Stouffville's 'oldest' tree could be on the chopping block for new GO station
Stouffville's 'oldest' tree could be felled for new GO station
August 27, 2019
A rare American elm tree has watched over Tenth Line in Stouffville for over 150 years. But with a new GO station on its way, the question is for how much longer? Stouffville Arborist Mark Carroll said the 200-year-old tree is one of the oldest in Whitchurch-Stouffville.
“There are not much of these old guys left,” Carroll said.
But the tree is located on the site of Metrolinx’s Lincolnville expansion. As the town and Metrolinx plan to expand Metrolinx’s parking and layover area on Tenth Line south of Bethesda Rd, Carroll is worried about the tree's future.
“It is the largest and may be the oldest tree in Whitchurch-Stouffville,” he said, noting the tree is 40 metres tall, with a canopy 40 metres wide and a 4-metre trunk circumference.
Carroll is hoping Metrolinx can be swayed to preserve the tree. A spokesperson for Metrolinx said the this particular elm was identified in the Environmental Assessment process. The proposed GO Station at Lincolnville is in the design stage; no final decisions about the tree have been made.
“We are working with environmental consultants to carry out a feasibility study that will advise on all possible options to save the tree,” Metrolinx said in a statement.
There is some precedence for Metrolinx taking extraordinary measures to preserve trees during construction. Earlier this month, the contractor building the new Rutherford GO Station in Vaughan arranged to move 16 trees away from the construction zone and into two parks in Vaughan.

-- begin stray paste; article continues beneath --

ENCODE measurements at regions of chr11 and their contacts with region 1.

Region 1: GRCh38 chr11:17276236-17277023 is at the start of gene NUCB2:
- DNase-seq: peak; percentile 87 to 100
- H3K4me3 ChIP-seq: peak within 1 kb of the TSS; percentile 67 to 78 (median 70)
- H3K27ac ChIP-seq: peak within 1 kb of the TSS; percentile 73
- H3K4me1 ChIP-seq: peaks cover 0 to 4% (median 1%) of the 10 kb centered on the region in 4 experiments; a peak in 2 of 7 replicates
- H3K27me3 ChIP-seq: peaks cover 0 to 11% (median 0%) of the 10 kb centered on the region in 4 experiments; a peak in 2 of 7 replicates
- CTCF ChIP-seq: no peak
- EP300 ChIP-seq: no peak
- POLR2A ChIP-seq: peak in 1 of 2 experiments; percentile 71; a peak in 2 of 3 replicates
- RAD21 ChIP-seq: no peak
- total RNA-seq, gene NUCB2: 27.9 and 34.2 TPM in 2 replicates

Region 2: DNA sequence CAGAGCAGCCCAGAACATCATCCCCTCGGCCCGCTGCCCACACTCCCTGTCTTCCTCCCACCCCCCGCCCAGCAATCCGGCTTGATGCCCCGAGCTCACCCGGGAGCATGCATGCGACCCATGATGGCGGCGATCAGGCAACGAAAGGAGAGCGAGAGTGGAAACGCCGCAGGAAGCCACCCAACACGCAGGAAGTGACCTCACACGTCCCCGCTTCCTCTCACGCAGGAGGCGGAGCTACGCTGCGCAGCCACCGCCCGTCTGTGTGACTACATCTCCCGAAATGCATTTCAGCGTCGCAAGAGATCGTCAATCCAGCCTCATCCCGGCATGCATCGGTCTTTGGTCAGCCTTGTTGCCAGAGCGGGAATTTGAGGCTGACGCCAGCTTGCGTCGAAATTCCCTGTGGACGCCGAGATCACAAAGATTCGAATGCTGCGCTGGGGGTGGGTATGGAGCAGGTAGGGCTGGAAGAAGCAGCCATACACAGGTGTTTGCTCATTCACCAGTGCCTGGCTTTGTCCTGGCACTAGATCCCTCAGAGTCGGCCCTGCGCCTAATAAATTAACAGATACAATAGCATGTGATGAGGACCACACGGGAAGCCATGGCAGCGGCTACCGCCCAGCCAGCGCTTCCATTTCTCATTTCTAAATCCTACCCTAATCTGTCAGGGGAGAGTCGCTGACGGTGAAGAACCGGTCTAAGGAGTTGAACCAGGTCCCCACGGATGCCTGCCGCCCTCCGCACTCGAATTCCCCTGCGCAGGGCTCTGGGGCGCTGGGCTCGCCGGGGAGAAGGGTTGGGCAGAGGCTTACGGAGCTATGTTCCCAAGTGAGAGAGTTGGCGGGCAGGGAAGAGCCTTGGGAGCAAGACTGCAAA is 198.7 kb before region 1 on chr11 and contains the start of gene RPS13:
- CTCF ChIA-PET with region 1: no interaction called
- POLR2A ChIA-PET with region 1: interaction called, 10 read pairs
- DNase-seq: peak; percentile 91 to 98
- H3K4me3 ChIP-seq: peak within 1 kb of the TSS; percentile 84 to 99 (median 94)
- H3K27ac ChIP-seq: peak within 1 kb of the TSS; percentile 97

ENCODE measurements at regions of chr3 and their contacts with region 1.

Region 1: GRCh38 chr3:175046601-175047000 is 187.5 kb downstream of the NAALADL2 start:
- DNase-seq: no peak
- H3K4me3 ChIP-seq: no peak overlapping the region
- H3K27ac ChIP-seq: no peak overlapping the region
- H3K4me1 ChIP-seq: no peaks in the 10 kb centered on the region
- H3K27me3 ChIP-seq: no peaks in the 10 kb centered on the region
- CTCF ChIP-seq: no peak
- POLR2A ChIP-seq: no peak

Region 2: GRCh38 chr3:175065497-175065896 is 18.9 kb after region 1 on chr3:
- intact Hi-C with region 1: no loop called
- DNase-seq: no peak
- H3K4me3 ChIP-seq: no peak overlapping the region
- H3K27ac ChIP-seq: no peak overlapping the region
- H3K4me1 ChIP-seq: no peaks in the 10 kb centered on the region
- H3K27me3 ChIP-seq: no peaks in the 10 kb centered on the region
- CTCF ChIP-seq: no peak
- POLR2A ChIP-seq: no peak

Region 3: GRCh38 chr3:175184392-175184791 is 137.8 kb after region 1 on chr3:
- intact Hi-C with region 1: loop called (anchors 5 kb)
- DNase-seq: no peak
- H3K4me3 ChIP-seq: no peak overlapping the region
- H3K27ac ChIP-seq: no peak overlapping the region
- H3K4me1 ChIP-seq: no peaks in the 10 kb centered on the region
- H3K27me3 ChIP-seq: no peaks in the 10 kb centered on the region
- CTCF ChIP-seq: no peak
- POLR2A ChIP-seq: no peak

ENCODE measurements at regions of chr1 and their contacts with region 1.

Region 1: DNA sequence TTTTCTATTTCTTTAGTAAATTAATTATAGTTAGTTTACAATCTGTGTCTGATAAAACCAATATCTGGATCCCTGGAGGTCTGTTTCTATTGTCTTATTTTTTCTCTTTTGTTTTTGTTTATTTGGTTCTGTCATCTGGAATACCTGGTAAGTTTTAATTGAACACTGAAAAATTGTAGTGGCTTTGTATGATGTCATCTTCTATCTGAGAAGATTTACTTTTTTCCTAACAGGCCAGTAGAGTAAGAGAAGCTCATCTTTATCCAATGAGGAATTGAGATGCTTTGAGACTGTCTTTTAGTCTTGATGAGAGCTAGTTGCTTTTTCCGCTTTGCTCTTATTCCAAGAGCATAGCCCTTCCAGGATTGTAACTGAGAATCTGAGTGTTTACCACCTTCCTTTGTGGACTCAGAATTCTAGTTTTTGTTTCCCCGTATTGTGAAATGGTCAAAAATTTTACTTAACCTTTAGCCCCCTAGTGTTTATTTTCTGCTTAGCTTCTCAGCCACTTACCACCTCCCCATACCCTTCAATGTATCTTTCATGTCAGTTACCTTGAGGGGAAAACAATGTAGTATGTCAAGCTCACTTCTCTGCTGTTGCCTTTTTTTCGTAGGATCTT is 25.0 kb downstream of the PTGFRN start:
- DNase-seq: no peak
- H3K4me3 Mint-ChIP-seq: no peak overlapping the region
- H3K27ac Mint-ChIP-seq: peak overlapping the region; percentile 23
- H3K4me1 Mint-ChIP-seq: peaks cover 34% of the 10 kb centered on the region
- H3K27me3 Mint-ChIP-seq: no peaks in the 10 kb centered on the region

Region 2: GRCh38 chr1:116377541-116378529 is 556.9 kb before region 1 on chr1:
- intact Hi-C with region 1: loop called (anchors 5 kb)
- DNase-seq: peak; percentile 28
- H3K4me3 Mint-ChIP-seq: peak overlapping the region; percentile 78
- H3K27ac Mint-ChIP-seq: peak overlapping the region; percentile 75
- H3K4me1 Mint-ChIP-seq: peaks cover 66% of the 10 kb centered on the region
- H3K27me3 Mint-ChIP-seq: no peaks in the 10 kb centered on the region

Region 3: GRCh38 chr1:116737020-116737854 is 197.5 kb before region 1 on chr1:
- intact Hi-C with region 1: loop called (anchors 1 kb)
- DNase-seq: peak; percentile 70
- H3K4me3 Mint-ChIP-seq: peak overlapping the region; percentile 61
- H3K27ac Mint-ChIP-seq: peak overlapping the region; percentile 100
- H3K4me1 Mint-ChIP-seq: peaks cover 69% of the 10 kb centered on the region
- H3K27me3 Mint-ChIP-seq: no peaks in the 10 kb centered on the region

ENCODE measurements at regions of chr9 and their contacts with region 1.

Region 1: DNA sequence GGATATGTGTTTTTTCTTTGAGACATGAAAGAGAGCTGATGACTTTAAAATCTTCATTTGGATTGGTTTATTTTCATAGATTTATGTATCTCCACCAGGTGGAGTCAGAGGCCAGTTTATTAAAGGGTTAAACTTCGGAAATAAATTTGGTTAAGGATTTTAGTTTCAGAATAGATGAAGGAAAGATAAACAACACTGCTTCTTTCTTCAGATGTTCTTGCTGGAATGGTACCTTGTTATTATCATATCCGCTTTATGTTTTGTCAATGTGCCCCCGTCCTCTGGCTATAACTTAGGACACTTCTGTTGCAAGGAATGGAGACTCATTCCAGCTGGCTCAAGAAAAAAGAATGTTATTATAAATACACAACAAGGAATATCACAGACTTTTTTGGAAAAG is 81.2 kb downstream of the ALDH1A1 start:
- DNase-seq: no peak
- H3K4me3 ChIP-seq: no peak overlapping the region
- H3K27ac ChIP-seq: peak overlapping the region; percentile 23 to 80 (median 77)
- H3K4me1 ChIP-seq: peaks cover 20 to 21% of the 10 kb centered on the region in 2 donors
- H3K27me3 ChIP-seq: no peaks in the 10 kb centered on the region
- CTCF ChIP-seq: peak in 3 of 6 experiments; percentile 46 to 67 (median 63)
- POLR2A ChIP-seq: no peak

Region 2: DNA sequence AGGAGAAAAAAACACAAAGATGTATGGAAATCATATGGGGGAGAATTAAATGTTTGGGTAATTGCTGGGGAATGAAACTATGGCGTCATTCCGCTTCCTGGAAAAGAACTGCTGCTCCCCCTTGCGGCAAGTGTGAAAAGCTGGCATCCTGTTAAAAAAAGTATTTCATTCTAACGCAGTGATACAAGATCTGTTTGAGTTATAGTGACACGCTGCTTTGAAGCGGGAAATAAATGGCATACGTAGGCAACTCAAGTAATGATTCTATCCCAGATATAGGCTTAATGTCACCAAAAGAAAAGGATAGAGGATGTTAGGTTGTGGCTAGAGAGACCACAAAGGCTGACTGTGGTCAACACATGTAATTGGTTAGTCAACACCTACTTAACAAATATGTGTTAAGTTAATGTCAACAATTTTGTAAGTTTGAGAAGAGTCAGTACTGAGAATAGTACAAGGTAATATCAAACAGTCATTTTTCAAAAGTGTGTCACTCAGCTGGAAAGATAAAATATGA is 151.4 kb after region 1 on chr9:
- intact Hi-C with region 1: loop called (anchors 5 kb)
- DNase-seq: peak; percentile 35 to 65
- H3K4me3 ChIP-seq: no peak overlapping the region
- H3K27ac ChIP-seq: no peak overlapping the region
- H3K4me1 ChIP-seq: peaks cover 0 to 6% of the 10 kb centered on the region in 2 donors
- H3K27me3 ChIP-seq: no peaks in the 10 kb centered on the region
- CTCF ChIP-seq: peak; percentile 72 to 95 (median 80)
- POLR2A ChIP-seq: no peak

The worked performed on Aug. 9 was a huge success, Metrolinx said.
While Metrolinx was able to preserve trees in the Vaughan project, the American elm is much larger task.
Carroll said that most of the elm trees in the area were destroyed by Dutch Elm Disease which wreaked havoc on the species in the 1970s and 1980s. The fact this particular tree was able to survive makes it all the more special.
According to Carroll, the tree has been documented and the Arboretum at Guelph University has on record the position, condition and size of the tree. The Arboretum, through the Elm Recovery Program, looks at these large American elms to see how resistant to Dutch Elm Decease they are.
Carroll said the recovery program looks to these old surviving trees for collection of seeds and genetic cellular regeneration to save the species into the future.
“There are not many left in Ontario, and we need these types of trees to further the recovery of true American elms,” he said. “It’s such a great healthy tree, it would be a shame to lose this one.”
The tree is located on the old Jacobs property where a nursery use to operate, Carroll said.
“We may never see trees of this size and condition in the province of Ontario again if we continue to remove them for parking lots and buildings," he said.
Metrolinx is planning to relocate the Lincolnville GO station to the southwest corner of Tenth Line and Bethesda Road. The area is designated for residential and urban medium density residential uses.
Council approved the Lincolnville GO station area land use study terms of reference last year and directed staff to plan for a major transit station area (MTSA) within a 500-metre radius of the new GO station.
The provincial growth plan requires such an area to achieve a minimum density target of 150 residents and jobs combined per hectare within a 500-metre radius.
The town said if approved, the area will add about 5,000 residents and 750 population-serving jobs to the town’s 2031-2041 growth forecasts. If approved, staff said the area will help support a possible future extension of the all-day GO rail service from Unionville to Lincolnville.